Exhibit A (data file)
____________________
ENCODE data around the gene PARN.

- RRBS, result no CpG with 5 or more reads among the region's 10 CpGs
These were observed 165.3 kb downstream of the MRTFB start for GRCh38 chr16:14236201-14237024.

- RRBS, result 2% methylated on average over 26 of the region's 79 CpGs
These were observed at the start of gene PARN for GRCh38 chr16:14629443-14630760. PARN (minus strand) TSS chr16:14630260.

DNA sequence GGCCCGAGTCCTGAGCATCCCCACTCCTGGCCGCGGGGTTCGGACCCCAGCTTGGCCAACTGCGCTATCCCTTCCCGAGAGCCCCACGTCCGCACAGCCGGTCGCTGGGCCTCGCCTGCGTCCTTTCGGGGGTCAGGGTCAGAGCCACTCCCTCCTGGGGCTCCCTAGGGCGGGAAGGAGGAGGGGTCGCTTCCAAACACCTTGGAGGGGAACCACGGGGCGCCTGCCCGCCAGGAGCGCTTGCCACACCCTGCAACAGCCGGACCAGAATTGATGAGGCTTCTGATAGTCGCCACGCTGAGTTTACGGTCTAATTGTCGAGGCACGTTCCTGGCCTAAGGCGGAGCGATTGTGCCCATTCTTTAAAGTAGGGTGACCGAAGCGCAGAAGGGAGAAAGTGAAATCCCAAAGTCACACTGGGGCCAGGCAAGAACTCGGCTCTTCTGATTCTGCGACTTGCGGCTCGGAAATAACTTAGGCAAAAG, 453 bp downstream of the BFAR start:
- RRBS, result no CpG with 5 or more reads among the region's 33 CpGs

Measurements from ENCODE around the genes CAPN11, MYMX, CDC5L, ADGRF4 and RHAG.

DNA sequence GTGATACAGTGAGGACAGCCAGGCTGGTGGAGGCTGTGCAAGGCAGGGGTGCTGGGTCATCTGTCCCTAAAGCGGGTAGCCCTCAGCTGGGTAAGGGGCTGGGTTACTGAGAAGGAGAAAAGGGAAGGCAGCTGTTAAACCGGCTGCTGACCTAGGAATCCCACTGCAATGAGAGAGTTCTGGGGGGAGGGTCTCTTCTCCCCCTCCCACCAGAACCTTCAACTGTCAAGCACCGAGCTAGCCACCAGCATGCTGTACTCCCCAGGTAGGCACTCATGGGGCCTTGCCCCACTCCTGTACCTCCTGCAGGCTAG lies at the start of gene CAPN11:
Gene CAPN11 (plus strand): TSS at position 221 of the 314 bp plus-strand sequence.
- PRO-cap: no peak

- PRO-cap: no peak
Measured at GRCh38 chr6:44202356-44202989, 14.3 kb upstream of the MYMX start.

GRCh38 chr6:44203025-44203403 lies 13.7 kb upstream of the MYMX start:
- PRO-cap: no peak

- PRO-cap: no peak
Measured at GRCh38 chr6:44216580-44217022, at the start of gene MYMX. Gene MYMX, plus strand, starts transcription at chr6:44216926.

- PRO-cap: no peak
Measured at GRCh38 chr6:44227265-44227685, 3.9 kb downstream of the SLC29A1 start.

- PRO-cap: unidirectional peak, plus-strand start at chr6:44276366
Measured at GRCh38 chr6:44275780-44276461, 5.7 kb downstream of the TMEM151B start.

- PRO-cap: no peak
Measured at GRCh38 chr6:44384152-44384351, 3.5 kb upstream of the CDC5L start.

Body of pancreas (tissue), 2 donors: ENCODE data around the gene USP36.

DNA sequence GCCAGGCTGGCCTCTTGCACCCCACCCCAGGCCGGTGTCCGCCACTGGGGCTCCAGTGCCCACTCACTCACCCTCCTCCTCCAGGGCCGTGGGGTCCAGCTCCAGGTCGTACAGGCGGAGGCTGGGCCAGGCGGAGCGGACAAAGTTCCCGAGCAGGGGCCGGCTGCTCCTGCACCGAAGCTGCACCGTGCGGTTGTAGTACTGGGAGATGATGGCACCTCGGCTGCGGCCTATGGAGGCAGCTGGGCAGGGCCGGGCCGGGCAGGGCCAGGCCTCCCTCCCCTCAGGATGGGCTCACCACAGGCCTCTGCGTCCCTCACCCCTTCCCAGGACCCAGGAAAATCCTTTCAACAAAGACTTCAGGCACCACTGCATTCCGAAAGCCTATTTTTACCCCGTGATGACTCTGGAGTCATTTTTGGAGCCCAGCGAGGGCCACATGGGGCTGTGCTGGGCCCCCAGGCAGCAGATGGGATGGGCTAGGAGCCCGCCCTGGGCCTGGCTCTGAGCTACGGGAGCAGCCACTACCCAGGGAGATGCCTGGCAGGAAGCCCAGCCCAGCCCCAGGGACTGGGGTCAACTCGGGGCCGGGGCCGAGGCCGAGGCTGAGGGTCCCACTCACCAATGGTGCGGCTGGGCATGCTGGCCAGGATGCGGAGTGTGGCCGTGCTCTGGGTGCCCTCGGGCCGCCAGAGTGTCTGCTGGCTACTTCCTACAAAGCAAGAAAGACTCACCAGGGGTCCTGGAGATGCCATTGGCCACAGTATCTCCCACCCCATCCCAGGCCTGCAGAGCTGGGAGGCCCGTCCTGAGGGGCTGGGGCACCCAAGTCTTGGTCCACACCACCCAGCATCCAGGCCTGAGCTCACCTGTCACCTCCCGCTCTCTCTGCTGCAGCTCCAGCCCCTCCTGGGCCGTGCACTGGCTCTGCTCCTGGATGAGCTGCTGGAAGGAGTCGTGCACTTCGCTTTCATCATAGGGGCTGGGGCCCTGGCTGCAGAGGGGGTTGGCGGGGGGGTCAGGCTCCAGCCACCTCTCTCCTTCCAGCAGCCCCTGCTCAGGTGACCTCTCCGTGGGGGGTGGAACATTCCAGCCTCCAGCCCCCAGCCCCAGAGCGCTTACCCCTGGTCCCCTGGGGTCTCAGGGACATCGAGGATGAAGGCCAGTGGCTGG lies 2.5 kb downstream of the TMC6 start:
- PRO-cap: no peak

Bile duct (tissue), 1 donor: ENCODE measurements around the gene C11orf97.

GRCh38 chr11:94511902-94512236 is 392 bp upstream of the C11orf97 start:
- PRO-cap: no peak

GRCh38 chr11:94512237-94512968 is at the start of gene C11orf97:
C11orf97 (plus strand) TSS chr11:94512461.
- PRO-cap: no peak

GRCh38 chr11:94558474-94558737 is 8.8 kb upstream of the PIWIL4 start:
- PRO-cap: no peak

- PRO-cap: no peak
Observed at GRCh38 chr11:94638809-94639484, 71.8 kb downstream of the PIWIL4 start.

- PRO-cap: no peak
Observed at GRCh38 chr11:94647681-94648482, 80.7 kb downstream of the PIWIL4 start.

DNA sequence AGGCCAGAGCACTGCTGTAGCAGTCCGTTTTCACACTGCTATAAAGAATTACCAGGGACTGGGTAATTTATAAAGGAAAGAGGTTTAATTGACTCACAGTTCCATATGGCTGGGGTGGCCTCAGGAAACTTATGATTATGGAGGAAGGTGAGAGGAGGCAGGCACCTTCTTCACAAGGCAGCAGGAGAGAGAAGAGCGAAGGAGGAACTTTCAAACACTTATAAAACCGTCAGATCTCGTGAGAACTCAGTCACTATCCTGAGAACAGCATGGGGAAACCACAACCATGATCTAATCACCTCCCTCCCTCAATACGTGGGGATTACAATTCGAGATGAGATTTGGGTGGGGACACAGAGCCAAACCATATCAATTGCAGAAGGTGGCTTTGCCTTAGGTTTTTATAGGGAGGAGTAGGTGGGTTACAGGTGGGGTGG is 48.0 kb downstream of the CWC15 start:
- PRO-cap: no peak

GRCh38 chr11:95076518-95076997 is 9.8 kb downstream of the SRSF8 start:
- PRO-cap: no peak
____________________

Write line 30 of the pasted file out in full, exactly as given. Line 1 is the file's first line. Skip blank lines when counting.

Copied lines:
GRCh38 chr11:94512237-94512968 is at the start of gene C11orf97: